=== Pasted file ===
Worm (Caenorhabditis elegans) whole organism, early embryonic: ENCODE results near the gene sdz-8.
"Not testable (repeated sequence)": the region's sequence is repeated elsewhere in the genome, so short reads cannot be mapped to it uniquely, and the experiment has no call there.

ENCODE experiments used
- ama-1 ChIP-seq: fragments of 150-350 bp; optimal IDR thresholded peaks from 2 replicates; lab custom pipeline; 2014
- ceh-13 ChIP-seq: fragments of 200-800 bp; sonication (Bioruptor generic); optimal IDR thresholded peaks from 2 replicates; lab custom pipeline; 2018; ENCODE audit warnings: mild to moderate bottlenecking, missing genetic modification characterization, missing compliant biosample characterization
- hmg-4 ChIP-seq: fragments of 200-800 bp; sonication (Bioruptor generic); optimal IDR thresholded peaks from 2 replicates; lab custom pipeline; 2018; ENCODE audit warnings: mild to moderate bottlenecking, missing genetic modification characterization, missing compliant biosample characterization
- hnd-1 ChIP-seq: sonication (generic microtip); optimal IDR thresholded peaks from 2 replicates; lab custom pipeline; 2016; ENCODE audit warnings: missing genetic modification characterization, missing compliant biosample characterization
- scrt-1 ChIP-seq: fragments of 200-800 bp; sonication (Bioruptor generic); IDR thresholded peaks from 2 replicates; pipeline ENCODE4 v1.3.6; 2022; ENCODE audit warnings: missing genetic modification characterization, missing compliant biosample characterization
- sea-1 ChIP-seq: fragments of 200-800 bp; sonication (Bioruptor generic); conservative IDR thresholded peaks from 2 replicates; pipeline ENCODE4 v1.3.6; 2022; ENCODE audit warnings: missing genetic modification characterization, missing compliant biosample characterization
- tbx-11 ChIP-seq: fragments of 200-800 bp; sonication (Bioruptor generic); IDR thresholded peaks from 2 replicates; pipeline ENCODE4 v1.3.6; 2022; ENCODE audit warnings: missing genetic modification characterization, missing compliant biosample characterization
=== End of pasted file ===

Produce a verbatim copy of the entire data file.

Worm (Caenorhabditis elegans) whole organism, early embryonic: ENCODE results near the gene sdz-8.
"Not testable (repeated sequence)": the region's sequence is repeated elsewhere in the genome, so short reads cannot be mapped to it uniquely, and the experiment has no call there.

ENCODE experiments used
- ama-1 ChIP-seq: fragments of 150-350 bp; optimal IDR thresholded peaks from 2 replicates; lab custom pipeline; 2014
- ceh-13 ChIP-seq: fragments of 200-800 bp; sonication (Bioruptor generic); optimal IDR thresholded peaks from 2 replicates; lab custom pipeline; 2018; ENCODE audit warnings: mild to moderate bottlenecking, missing genetic modification characterization, missing compliant biosample characterization
- hmg-4 ChIP-seq: fragments of 200-800 bp; sonication (Bioruptor generic); optimal IDR thresholded peaks from 2 replicates; lab custom pipeline; 2018; ENCODE audit warnings: mild to moderate bottlenecking, missing genetic modification characterization, missing compliant biosample characterization
- hnd-1 ChIP-seq: sonication (generic microtip); optimal IDR thresholded peaks from 2 replicates; lab custom pipeline; 2016; ENCODE audit warnings: missing genetic modification characterization, missing compliant biosample characterization
- scrt-1 ChIP-seq: fragments of 200-800 bp; sonication (Bioruptor generic); IDR thresholded peaks from 2 replicates; pipeline ENCODE4 v1.3.6; 2022; ENCODE audit warnings: missing genetic modification characterization, missing compliant biosample characterization
- sea-1 ChIP-seq: fragments of 200-800 bp; sonication (Bioruptor generic); conservative IDR thresholded peaks from 2 replicates; pipeline ENCODE4 v1.3.6; 2022; ENCODE audit warnings: missing genetic modification characterization, missing compliant biosample characterization
- tbx-11 ChIP-seq: fragments of 200-800 bp; sonication (Bioruptor generic); IDR thresholded peaks from 2 replicates; pipeline ENCODE4 v1.3.6; 2022; ENCODE audit warnings: missing genetic modification characterization, missing compliant biosample characterization